Energy for Off-Grid Gas and Hybrid for Container Home
As the world moves towards a more sustainable and environmentally-friendly future, many people are looking for alternative sources of energy to power their homes. One such source is gas, which is becoming an increasingly popular option for off-grid homes.
It is a hybrid energy resource that is both versatile and efficient. It can be used for heating, cooking, and even generating electricity. There are several different types of gas, including propane, natural gas, and biogas, each with its own unique benefits and drawbacks.
It is a popular choice for off-grid homes because it can be stored in tanks and does not require a connection to the grid. It is also relatively affordable and can be used for a variety of purposes, from heating to cooking to powering appliances. One of the biggest advantages of propane is its efficiency. It burns cleanly and produces a lot of heat, making it a great option for homes in colder climates.
Another option for off-grid homes, although it is not as readily available as propane. It is typically supplied through pipelines, so homes in more remote locations may not have access to it. However, for homes that are connected to a natural gas supply, it can be a very cost-effective option for heating and cooking.
Renewable form of gas is produced from organic waste such as food scraps, manure, and sewage. It can be used in much the same way as propane or natural gas, but with the added benefit of being a sustainable and environmentally-friendly energy source. Biogas can be produced on-site using an anaerobic digester, which breaks down organic waste and produces gas that can be used for heating, cooking, and electricity generation.
One of the biggest advantages of using gas as an energy source for off-grid homes is its reliability. Unlike solar or wind power, which can be affected by weather conditions, gas is always available when you need it. This can be particularly important in colder climates, where a reliable source of heat is essential for survival.
Gas is also a very flexible energy resource. It can be used for a variety of purposes, from heating to cooking to generating electricity. This means that it can be used to power a wide range of appliances and devices, making it a very versatile option for off-grid homes.
In conclusion, gas is a hybrid energy resource that is well-suited to off-grid homes. It is reliable, versatile, and efficient, and can be used for a variety of purposes. Whether you choose propane, natural gas, or biogas, gas is a great option for powering your off-grid home in a sustainable and environmentally-friendly way.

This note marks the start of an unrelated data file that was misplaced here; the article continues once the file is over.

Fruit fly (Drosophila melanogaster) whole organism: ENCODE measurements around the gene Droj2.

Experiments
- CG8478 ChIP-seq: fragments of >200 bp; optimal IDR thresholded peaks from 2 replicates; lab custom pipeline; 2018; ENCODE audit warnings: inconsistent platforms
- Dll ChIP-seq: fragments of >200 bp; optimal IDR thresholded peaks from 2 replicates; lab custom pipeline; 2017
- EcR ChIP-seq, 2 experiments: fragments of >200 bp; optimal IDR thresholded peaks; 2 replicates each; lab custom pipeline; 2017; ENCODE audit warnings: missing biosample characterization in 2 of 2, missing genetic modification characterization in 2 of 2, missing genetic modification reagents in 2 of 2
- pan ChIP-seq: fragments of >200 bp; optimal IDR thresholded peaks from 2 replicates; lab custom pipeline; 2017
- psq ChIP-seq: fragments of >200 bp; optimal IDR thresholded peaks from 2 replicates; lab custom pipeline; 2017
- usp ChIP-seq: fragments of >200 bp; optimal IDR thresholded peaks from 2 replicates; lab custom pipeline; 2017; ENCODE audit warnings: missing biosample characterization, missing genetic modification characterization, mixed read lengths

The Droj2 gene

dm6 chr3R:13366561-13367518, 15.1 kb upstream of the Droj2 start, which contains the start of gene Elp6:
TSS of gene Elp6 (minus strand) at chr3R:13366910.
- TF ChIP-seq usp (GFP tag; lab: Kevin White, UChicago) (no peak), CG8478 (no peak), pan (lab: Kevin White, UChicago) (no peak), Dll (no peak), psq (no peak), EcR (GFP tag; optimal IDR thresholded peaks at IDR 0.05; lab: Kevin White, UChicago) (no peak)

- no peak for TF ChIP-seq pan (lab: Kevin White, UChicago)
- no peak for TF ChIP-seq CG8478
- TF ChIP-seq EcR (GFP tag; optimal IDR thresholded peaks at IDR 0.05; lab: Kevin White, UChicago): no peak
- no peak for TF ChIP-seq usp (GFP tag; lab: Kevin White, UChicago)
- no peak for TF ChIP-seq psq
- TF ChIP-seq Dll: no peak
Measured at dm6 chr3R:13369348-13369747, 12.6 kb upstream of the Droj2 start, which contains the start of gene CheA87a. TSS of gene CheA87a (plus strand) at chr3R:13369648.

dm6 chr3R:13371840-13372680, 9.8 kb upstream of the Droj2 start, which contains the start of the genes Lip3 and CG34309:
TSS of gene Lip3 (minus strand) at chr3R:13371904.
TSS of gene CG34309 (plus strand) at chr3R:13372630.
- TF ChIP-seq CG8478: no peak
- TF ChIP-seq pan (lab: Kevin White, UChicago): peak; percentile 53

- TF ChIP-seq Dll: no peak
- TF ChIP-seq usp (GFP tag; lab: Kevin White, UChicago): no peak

Liquid Propane Gas (LPG)
While LPG cannot be considered eco-friendly, it’s still the cleanest fossil-fuel source of energy. It is relatively easy to store (even in larger tanks) and transport, so it can be considered one of the options for off-grid houses. Frankly, in colder climate zones LPG may not have many viable off-grid alternatives when it comes to air and water heating (to some extent wind and hydropower can be considered as an alternative). The frequently seen practice of using wood-burning stoves (especially in the countryside and remote areas) is by far the least efficient and environmentally very unfriendly!
This off-grid Mica cabin located in Ontario (Canada) uses two 100lbs LPG tanks for cooking and heating (Solar panels provide electrical energy). Source: Exploring Alternatives (www.cabinscape.com)
Large above-the-ground LPG tank. Source: Lapesa (Spain)
The most popular off-grid alternatives for off-grid energy are PV panels, Heat collectors, and recently wind turbines. In practice, however, none of them can guarantee a continuous 100% supply of energy as all of them are very weather dependent. Short daylight time, cloudy or rainy days, or still air may lead to even prolonged shortages of energy. Only hydropower is almost immune to weather (provided reasonable lengths of dry seasons).
To avoid frequent weather-dependent shortages of energy, off-grid locations may use hybrid systems. Combining PV with Heat-collecting panels is one of the most frequently used mixed configurations. However, as both depend on the same factor (sunlight) they do not provide better energy security, but rather optimize the use of resources (in this case the sun).
A much better alternative provides a combination of solar and wind power. When financial reasons (cost) and/or lack of relevant permits (wind, water) exclude the feasibility of the hybrid system, the popular alternative is the backup generator. It’s usually affordable, although far from being eco-friendly (especially when running on diesel) and quite noisy, so if you go for that, it should be only used as a “last resort” solution.